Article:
I have to wonder if that list is really complete. I bet someone with special knowledge could cause trouble with Raw for example. –  Mr.Wizard Jul 28 '13 at 22:52
@Mr.Wizard also for your own functions existence of DownValues can cause a security warning. Have related before that last year for me a tick function caused a warning but changing to a pure tick function was fine. –  Mike Honeychurch Jul 28 '13 at 23:11
Possibly also missing: 'System'ConvertersDump'ImportTest'. It would seem that is the function that does most of the work of Import. After importing a file, you can remove attribute ReadProtected from Import and see that it just refers to this function. You can also code of ImportTest, but this is really hard to read. –  Jacob Akkerboom Jul 28 '13 at 23:19
Through[{ClearAttributes[#, ReadProtected] &, Information}@ "ImportExport'FileUtilities'DeleteFileOrDir"]; (sorry for the bad delimiters). I feel I have to agree with @Mr.Wizards answer now :O –  Jacob Akkerboom Jul 28 '13 at 23:26

Throughout this answer, direct and indirect are used to mean directness in the sense of dependence of a function on other functions to do harm. A directly dangerous function is then a function that needs no other functions to do harm. I state dangerous combinations in cases only a combination of such functions is dangerous. Directness is the factor in the structure of this answer.

I think a good way to find dangerous functions is the documentation entry about notebook security. Especially the table below is a nice place to start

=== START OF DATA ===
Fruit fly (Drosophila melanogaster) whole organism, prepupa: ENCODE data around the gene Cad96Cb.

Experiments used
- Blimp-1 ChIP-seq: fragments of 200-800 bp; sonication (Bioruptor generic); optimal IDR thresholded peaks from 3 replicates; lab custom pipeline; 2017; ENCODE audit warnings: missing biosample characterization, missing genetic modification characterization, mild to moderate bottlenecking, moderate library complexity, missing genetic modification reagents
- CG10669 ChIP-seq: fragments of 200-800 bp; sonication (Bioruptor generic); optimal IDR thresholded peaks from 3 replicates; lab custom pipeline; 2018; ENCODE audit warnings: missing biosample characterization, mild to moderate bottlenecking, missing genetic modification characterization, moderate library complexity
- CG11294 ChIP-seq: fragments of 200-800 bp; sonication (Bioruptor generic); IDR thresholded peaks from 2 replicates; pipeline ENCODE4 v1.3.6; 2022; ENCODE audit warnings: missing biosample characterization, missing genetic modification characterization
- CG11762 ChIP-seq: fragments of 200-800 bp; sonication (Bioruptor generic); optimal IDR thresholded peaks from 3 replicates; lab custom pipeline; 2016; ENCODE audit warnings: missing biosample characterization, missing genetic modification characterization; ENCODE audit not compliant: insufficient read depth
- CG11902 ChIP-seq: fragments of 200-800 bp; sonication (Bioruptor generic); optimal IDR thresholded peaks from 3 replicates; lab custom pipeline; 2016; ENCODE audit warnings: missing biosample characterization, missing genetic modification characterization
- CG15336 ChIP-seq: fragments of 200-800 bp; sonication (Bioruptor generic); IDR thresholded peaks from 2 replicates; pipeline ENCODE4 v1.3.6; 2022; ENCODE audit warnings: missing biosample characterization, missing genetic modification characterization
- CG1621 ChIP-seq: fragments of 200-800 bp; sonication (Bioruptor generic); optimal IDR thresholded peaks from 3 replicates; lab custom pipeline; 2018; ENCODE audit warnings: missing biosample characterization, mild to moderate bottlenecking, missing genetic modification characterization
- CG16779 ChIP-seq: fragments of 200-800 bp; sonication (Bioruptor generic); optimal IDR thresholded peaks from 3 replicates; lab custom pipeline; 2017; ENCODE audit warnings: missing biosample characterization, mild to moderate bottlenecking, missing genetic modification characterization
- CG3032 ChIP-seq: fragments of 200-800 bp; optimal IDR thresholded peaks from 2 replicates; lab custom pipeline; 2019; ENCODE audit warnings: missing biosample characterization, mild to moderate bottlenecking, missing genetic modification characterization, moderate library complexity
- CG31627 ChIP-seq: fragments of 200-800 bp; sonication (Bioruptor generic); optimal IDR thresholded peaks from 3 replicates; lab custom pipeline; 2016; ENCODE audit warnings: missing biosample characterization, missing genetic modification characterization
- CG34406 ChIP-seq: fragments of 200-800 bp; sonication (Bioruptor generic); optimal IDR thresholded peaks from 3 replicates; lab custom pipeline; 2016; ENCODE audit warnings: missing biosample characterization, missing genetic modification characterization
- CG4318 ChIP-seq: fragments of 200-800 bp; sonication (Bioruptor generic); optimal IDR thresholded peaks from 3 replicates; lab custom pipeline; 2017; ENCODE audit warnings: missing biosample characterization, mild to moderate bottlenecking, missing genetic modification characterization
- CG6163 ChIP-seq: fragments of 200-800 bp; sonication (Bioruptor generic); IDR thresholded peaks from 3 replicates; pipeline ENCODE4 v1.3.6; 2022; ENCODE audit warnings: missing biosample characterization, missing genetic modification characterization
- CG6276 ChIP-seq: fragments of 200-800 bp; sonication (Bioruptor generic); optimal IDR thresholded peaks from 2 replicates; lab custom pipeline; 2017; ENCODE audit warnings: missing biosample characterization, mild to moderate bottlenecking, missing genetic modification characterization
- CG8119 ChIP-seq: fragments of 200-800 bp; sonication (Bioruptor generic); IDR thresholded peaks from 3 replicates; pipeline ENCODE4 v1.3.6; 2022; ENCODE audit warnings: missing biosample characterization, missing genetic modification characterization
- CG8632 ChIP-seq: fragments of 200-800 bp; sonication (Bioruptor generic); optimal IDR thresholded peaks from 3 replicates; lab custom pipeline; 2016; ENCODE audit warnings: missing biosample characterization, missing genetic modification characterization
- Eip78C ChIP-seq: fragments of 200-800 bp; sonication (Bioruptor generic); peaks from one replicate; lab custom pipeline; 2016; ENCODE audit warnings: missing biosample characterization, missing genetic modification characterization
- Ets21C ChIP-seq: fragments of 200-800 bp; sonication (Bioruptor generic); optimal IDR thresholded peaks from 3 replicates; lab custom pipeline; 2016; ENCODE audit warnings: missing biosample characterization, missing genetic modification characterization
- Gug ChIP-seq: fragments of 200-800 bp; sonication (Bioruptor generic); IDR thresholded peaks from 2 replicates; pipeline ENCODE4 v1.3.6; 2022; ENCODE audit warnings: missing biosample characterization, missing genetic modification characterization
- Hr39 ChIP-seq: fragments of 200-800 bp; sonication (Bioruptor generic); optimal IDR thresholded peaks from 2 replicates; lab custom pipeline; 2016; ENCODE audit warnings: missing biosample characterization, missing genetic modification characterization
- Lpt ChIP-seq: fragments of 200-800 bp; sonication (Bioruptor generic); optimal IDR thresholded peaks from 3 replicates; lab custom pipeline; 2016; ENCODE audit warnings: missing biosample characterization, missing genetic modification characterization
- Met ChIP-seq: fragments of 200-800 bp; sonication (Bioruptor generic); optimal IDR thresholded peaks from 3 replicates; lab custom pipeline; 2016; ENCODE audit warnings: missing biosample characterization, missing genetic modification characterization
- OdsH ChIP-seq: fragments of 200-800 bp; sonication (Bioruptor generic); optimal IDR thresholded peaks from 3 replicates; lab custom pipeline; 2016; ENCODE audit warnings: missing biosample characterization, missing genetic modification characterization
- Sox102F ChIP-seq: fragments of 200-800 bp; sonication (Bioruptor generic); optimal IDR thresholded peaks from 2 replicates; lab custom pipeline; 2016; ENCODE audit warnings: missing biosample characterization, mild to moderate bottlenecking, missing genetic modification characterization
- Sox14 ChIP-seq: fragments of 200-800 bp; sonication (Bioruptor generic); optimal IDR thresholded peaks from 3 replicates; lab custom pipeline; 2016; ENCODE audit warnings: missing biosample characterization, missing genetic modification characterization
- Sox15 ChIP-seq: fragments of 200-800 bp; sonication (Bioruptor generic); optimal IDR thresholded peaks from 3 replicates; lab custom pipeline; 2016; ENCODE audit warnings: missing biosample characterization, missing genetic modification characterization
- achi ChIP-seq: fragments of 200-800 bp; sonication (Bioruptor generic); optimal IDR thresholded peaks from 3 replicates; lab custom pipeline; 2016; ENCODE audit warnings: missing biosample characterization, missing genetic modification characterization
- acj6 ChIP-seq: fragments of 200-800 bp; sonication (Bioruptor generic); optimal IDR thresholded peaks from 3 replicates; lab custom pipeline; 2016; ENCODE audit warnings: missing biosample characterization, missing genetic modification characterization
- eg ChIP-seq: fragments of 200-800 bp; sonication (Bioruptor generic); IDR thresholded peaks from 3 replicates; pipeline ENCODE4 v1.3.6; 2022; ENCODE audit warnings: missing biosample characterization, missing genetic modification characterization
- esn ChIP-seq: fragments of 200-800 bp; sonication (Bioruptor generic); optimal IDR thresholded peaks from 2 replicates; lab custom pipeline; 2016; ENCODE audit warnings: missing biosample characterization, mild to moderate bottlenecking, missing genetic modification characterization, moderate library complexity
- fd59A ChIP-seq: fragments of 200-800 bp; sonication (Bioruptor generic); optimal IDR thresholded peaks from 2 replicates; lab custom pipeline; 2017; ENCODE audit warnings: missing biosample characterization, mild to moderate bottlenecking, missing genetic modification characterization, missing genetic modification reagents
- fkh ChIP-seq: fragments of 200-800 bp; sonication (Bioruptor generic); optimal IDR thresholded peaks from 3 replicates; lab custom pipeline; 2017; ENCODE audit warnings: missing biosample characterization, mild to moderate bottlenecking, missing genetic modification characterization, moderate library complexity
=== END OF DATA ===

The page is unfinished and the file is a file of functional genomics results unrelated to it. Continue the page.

## Directly dangerous and really nasty

{Get, Put, DeleteFile, RenameFile, Run, RunThrough,


1) Dangerous combinations

OpenAppend/OpenWrite + any write function LoadJavaClass + any function to use functions from a java class.

2) Functions that are dangerous if other powerful programs are available

{Install, Import, NotebookGet}


Notes: Export and Put can overwrite files. RenameFile cannot overwrite files, but it can move a file and then replace it with another, which seems very dangerous to me. Possibly SetOptions should be included. Another candidate is SetSystemOptions. Mathematica evaluates the result of Import, which makes Import dangerous. Possibly Install always has access to powerful code and is dangerous in any context. Read and ReadList can be used to execute commands, as can OpenRead. Missing here are: NetLink functions. SendMail can send files as attachments.

## Indirectly dangerous

Below are indirectly dangerous functions, but they are especially dangerous in the sense that a function that checks for dangerous functions may be fooled by these

Functions that convert strings to code

{Uncompress, ToExpression, Symbol}


Notes: Symbol can be used to generate the symbols/functions we want to ban.

Expression fetching functions

By "expression fetching functions", functions are meant that import Mathematica expressions, from which dangerous functions can be extracted. This is a danger even if the Mathematica expressions themselves are harmless.

{Import}


Box converting functions

{MakeExpression, ToExpression}


## Others

Functions that can be undesirable and that do not depend on other functions (much less of an issue)

{CopyFile, SetFileDate, SetDirectory (*kind of silly*)}


## Remarks

If enough functions get listed, I will assemble them into lists of useful combinations so that you do not have to copy and paste and then join these yourselves.

Feel free to add functions to this answer, I am sure the lists are not complete yet.

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Add Read and ReadList to the list, as they can be used to execute external commands (see this). –  Sjoerd C. de Vries Jul 28 '13 at 16:00
@SjoerdC.deVries I have tried to consider those to be special case of abuse by converting Boxes to expressions. If there is abuse possible without using MakeExpression or ToExpression feel free to add them. I suppose we should at least mention them :) –  Jacob Akkerboom Jul 28 '13 at 16:13
I'm on vacation and using my iPad. So anything other than small edits is a real pain. –  Sjoerd C. de Vries Jul 28 '13 at 16:18
Not dangerous, except perhaps to your privacy: SendMail –  Sjoerd C. de Vries Jul 28 '13 at 16:45